Graydon Saunders’s 2018 The Human Dress is a standalone secondary-world fantasy novel.
Braemor lies just south of lands still claimed by the Walking Ice. It’s a challenging place for humans. It is barely post-glacial and home to humongous beasts that we might call “dinosaurs.” Misfortune or a bad winter could send the community into a death spiral.
So could a deliberate campaign of sabotage.
Lugan has lost his wife to death and his home to magical annihilation; he is inclined to blame King Galba. But Galba is not the guilty party. Omund and his kin (with the exception of Tyl) are the next to die, blown to powder along with their mill. Again, Galba is not the guilty party. He would be stupid indeed to destroy the infrastructure on which his town depends.
The sabotage is not limited to unexpected explosions. Undead life-hungry corpse-suckers (once a minor hazard) are increasing in number and ferocity. It is as if someone, somewhere, has figured out how to deliberately breed corpse-suckers and that someone has it in for Braemor.
The villagers might try to find new ways to deal with the familiar menaces. Another ploy might be to discover the enemy at work and stop he/she/it/them.
The second strategy will take the warriors of Braemor halfway around the world. The first strategy will transform that world.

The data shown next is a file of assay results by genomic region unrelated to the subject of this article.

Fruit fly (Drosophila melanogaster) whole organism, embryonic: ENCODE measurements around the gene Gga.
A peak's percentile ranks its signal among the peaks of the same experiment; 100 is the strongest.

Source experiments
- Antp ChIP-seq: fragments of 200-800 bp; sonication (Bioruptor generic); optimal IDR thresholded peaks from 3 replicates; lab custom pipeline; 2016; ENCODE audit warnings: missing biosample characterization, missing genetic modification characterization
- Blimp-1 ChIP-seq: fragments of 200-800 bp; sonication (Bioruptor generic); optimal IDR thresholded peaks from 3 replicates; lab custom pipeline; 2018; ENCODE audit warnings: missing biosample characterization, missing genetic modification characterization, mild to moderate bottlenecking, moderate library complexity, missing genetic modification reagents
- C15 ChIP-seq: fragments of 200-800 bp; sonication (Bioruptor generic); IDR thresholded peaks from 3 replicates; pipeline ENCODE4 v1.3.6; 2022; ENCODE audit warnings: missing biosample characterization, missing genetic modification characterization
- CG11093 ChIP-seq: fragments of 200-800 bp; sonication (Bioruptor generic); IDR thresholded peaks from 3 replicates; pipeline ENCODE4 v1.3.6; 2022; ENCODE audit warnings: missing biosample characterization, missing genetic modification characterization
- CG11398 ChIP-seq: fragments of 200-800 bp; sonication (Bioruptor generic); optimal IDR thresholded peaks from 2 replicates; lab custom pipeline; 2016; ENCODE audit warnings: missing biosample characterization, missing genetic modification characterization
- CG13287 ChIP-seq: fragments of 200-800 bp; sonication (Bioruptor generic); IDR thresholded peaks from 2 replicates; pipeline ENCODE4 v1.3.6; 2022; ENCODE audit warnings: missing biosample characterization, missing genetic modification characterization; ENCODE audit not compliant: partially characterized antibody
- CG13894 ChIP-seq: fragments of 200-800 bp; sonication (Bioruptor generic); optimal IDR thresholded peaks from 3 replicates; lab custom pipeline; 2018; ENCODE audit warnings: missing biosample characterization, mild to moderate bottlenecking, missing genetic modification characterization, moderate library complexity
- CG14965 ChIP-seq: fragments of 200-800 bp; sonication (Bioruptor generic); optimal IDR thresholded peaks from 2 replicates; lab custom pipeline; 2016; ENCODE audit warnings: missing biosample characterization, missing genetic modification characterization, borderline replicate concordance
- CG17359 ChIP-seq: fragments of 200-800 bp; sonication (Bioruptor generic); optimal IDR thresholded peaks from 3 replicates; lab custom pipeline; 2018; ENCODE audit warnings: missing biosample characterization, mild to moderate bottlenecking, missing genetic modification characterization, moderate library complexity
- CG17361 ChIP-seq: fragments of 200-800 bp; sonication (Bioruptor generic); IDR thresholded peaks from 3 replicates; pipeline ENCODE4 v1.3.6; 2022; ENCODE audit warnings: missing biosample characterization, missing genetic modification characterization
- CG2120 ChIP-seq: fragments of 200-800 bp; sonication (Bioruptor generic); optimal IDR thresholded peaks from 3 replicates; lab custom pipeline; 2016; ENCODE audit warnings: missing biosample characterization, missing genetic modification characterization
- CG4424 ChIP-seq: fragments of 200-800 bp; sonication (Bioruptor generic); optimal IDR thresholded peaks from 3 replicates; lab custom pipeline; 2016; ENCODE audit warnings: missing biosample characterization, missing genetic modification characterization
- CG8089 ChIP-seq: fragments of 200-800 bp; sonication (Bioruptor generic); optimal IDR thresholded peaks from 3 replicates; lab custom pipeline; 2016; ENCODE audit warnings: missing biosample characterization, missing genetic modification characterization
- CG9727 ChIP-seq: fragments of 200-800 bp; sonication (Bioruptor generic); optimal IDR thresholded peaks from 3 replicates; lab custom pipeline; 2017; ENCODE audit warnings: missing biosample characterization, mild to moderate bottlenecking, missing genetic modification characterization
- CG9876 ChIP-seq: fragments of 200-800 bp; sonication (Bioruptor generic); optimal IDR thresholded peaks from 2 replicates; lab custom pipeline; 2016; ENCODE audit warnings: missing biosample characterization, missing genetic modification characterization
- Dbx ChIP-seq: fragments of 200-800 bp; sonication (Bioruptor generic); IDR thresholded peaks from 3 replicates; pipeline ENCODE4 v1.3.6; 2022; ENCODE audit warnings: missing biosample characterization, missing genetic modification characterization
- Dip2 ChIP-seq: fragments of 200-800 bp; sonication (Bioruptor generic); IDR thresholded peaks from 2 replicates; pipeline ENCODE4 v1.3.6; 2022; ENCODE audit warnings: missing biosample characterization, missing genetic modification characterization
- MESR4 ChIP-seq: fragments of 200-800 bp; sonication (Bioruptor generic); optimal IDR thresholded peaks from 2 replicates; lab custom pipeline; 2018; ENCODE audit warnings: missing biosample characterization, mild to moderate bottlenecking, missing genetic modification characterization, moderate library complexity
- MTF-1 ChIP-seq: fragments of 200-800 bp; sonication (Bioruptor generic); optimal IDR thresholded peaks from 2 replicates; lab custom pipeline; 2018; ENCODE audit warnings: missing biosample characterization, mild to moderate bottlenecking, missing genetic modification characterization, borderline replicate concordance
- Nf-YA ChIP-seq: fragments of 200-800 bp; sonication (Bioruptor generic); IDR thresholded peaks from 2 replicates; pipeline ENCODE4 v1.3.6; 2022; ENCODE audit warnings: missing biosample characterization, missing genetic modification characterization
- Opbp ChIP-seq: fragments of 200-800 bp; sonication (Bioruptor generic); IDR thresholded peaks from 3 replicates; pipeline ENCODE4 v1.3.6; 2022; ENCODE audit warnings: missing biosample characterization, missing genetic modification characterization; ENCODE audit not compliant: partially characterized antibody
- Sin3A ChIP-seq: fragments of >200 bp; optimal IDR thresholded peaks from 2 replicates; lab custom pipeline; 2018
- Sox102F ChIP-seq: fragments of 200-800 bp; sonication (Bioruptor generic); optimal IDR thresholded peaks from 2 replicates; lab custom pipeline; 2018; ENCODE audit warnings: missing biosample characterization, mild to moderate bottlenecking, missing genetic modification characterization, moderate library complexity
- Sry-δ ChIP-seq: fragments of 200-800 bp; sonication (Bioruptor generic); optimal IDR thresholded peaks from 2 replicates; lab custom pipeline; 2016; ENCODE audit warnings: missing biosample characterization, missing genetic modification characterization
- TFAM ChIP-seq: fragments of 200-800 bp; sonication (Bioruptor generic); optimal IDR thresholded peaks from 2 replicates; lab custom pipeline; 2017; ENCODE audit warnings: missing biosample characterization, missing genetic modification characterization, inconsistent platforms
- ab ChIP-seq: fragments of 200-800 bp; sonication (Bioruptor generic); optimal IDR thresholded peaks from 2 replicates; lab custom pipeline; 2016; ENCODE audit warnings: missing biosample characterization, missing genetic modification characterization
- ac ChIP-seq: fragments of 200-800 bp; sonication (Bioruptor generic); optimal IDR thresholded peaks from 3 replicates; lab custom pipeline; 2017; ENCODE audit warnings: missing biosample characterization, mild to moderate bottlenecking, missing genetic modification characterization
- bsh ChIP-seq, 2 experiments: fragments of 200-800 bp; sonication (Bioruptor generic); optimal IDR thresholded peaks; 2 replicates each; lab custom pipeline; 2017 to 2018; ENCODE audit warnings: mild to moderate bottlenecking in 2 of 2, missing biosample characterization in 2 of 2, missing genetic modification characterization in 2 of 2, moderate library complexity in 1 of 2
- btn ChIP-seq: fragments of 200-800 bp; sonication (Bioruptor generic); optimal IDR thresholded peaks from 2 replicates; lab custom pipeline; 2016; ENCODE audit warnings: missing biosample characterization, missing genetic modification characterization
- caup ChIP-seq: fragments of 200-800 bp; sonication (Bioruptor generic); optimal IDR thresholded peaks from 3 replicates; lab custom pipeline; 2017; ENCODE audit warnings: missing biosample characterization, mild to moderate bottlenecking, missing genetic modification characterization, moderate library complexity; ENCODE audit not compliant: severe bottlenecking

Readers of a certain vintage, old enough to remember the hallowed days of yore on rec.arts.sf.written, may be interested to know that this is Graydon’s oft-spoken-of tome, the Doorstop. Since my copy is composed entirely of electrons I cannot look at the last page of a dead-tree copy and opine as to page-count. However, Amazon claims that the erstwhile Doorstop is 947 pages.
Thanks to some of my recent interests, I am well-placed to observe that the setting reminds me of the venerable roleplaying game Runequest. The world of the novel is a Norse-flavoured setting in which magic is not inborn but learned. Anyone who cares to put in the effort can learn at least some magic. Magic is useful enough that most people do. As is the case in Runequest, people tend to learn spells useful in daily life. There’s little point to splashy, destructive magic … most of the time.
Those familiar with Saunders’ other novels may fear that the narrative will be veiled in quirky, hard-to-parse prose. Fear not. Although the language is very formal, it does not require decoding.
In the book’s blurb, Saunders reveals that The Human Dress is a response to The Lord of the Rings. A response, not a Brooks-style pastiche. For one thing, the book lacks LOTR’s overwhelming conviction that the world is has fallen from a previous, better time. Saunders’ world is different (to judge by the snippets of history we are given) but it is no way lesser.
The characters are memorable, which paradoxically works against the semi-protagonist Tyl. (Remember him? His family died in the mill explosion.) He might take center stage in another book; in this one, he shares the stage with a large cast of characters, most of whom I found interesting.